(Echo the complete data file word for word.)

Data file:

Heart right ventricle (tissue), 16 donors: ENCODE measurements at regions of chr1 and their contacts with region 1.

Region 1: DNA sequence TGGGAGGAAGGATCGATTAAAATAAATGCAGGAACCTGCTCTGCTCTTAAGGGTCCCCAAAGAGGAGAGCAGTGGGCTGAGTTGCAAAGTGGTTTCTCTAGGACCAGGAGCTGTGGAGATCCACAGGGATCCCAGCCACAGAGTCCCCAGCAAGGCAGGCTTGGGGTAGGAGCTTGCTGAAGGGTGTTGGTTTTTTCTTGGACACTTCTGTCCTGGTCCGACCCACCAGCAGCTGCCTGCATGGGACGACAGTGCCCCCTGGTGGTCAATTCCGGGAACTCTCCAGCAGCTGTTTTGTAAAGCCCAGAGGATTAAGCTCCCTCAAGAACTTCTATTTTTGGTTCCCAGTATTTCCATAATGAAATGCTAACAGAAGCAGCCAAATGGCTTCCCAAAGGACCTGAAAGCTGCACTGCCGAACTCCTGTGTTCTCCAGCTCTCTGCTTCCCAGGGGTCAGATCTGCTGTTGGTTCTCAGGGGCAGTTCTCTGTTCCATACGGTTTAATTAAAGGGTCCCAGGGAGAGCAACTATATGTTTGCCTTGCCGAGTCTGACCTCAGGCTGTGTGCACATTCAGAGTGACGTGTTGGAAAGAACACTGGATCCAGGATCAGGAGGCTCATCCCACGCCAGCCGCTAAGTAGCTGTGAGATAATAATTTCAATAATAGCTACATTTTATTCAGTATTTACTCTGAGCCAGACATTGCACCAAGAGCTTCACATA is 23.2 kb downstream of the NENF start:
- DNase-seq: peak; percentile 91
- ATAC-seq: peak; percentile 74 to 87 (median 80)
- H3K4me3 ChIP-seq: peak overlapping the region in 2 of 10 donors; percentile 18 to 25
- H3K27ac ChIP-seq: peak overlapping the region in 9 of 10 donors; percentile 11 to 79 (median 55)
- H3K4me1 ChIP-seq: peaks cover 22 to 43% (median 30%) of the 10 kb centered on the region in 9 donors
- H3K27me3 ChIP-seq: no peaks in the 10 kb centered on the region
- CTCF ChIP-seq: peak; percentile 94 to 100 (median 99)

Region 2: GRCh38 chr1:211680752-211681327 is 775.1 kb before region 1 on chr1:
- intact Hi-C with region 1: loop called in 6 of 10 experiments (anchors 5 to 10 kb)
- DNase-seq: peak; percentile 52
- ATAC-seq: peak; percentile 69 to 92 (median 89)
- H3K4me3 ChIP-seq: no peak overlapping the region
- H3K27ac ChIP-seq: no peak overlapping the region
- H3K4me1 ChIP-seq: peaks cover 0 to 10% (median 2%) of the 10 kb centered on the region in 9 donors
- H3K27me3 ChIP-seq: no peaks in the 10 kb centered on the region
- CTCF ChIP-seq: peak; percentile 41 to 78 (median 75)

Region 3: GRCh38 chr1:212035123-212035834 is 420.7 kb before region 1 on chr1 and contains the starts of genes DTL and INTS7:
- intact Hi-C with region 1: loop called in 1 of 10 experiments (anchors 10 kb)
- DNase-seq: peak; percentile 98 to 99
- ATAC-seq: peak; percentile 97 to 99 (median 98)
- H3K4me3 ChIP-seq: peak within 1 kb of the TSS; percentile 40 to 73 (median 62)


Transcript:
Heart right ventricle (tissue), 16 donors: ENCODE measurements at regions of chr1 and their contacts with region 1.

Region 1: DNA sequence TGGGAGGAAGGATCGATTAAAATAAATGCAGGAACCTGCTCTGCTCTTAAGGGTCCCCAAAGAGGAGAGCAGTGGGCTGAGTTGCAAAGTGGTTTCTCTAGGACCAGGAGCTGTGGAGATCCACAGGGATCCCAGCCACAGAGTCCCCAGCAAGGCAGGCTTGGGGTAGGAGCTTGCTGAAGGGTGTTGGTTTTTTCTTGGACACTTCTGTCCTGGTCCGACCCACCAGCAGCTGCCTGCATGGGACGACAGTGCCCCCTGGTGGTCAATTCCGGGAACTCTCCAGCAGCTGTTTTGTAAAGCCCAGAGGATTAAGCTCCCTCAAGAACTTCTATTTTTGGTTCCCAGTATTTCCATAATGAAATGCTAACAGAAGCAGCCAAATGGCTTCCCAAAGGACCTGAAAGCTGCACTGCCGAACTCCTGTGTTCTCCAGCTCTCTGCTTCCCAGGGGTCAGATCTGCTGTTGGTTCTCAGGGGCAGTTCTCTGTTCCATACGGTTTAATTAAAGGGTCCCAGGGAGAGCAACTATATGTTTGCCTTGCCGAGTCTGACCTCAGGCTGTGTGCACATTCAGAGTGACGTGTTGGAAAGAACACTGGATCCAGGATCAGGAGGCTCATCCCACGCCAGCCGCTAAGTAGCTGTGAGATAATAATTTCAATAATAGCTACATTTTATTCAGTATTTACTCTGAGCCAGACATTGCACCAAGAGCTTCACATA is 23.2 kb downstream of the NENF start:
- DNase-seq: peak; percentile 91
- ATAC-seq: peak; percentile 74 to 87 (median 80)
- H3K4me3 ChIP-seq: peak overlapping the region in 2 of 10 donors; percentile 18 to 25
- H3K27ac ChIP-seq: peak overlapping the region in 9 of 10 donors; percentile 11 to 79 (median 55)
- H3K4me1 ChIP-seq: peaks cover 22 to 43% (median 30%) of the 10 kb centered on the region in 9 donors
- H3K27me3 ChIP-seq: no peaks in the 10 kb centered on the region
- CTCF ChIP-seq: peak; percentile 94 to 100 (median 99)

Region 2: GRCh38 chr1:211680752-211681327 is 775.1 kb before region 1 on chr1:
- intact Hi-C with region 1: loop called in 6 of 10 experiments (anchors 5 to 10 kb)
- DNase-seq: peak; percentile 52
- ATAC-seq: peak; percentile 69 to 92 (median 89)
- H3K4me3 ChIP-seq: no peak overlapping the region
- H3K27ac ChIP-seq: no peak overlapping the region
- H3K4me1 ChIP-seq: peaks cover 0 to 10% (median 2%) of the 10 kb centered on the region in 9 donors
- H3K27me3 ChIP-seq: no peaks in the 10 kb centered on the region
- CTCF ChIP-seq: peak; percentile 41 to 78 (median 75)

Region 3: GRCh38 chr1:212035123-212035834 is 420.7 kb before region 1 on chr1 and contains the starts of genes DTL and INTS7:
- intact Hi-C with region 1: loop called in 1 of 10 experiments (anchors 10 kb)
- DNase-seq: peak; percentile 98 to 99
- ATAC-seq: peak; percentile 97 to 99 (median 98)
- H3K4me3 ChIP-seq: peak within 1 kb of the TSS; percentile 40 to 73 (median 62)